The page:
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muffinheimer wrote:
I ran into a situation where someone reached fifteen points, but I would have been able to win by purchasing a certain card on my last turn. However, the player before me reserved the card knowing that I could have won (even though there is no way they could ever purchase the card since it was the last round). They purposely did this just to be a jerk.

And if they had not taken the card then the other player (who in reality won) would not have won.

It seems rather uncharitable to call them a jerk when no matter what perfectly legal move they do (reserve a card or not reserve a card), it will determine who wins.

If someone can't win, then playing for rank or for reducing their score difference with other players are perfectly defensible alternatives.
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Chris L
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This exact thing happened to me once also. A father reserved a card I needed so his son could win. I was a little annoyed but ultimately my loss was my fault for not winning decisively.
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russ wrote:
muffinheimer wrote:
I ran into a situation where someone reached fifteen points, but I would have been able to win by purchasing a certain card on my last turn. However, the player before me reserved the card knowing that I could have won (even though there is no way they could ever purchase the card since it was the last round). They purposely did this just to be a jerk.

And if they had not taken the card then the other player (who in reality won) would not have won.

It seems rather uncharitable to call them a jerk when no matter what perfectly legal move they do (reserve a card or not reserve a card), it will determine who wins.

If someone can't win, then playing for rank or for reducing their score difference with other players are perfectly defensible alternatives.


Well said.
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Bruce Wayne
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I could understand doing so if you were playing in some kind of tournament that involves points for second place, but that was not the case in this situation.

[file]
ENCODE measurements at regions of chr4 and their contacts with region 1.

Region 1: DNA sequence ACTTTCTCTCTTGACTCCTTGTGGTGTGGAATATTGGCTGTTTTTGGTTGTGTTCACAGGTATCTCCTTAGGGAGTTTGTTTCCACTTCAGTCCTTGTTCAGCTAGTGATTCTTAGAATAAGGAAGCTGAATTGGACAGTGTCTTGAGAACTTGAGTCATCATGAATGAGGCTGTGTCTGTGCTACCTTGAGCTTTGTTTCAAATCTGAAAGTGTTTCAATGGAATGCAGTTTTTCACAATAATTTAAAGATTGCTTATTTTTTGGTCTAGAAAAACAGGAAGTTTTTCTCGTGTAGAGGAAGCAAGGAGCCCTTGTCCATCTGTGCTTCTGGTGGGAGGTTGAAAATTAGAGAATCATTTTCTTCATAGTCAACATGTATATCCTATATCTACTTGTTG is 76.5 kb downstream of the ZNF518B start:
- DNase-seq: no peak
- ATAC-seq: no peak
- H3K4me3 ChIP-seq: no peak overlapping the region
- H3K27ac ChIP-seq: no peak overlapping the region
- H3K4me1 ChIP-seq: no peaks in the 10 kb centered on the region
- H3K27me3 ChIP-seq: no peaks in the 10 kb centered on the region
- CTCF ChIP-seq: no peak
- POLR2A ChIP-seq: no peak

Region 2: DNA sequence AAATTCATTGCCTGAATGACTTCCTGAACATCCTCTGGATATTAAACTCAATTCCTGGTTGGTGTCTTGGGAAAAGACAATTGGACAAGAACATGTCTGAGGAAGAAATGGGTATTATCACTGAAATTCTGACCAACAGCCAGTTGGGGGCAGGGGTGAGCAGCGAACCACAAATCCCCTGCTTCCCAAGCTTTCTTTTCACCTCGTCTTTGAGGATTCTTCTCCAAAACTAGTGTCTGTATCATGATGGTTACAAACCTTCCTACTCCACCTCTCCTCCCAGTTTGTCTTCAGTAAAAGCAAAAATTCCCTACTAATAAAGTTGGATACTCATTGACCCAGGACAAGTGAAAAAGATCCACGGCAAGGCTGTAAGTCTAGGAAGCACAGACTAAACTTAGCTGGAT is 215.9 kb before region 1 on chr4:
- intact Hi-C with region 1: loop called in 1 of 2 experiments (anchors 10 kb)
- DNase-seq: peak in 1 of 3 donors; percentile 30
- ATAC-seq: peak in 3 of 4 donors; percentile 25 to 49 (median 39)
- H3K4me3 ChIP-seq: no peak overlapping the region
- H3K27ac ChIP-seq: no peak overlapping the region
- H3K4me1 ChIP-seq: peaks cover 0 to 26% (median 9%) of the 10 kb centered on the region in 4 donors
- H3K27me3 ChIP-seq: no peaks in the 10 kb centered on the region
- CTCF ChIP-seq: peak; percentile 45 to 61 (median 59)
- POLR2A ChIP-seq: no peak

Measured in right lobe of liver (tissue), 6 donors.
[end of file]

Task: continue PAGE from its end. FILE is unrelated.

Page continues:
In this case it would have been most charitable for the player to not interfere with the outcome of the game when it is impossible for him to win. The only purpose of finishing the last round should be to allow players to make a winning move, if they can. It should not be to troll other players.
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muffinheimer wrote:
In this case it would have been most charitable for the player to not interfere with the outcome of the game when it is impossible for him to win. ..


But as many people have pointed out, he'd be interfering with the outcome of the game by NOT taking the card you wanted.

This is an unfortunate outcome of many types of games with more than 2 players.

This kind of hate-drafting happens a lot in Splendor. You seeing it happening on the last round only does not mean it was not happening the entire game. In fact, this game, more than many others I have played, seems to rely on some sense of player-controlled balancing of positive moves for you and protective moves against the next player(s).
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muffinheimer wrote:
I could understand doing so if you were playing in some kind of tournament that involves points for second place, but that was not the case in this situation.

Many BGG threads over the years make clear that many people find it reasonable to play for as high a rank as they can, or for reducing score differentials, or other such secondary criteria when they can't win, in non-tournament games. (Or for revenge against a player who they feel was the one who put them out of contention.) It's not just a tournament thing.
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People taking the card you want, making you angry, so you can't score points is splendor as far as I'm concerned. If that bothers you, I'd suggest not playing splendor again instead of not playing with someone for making the move.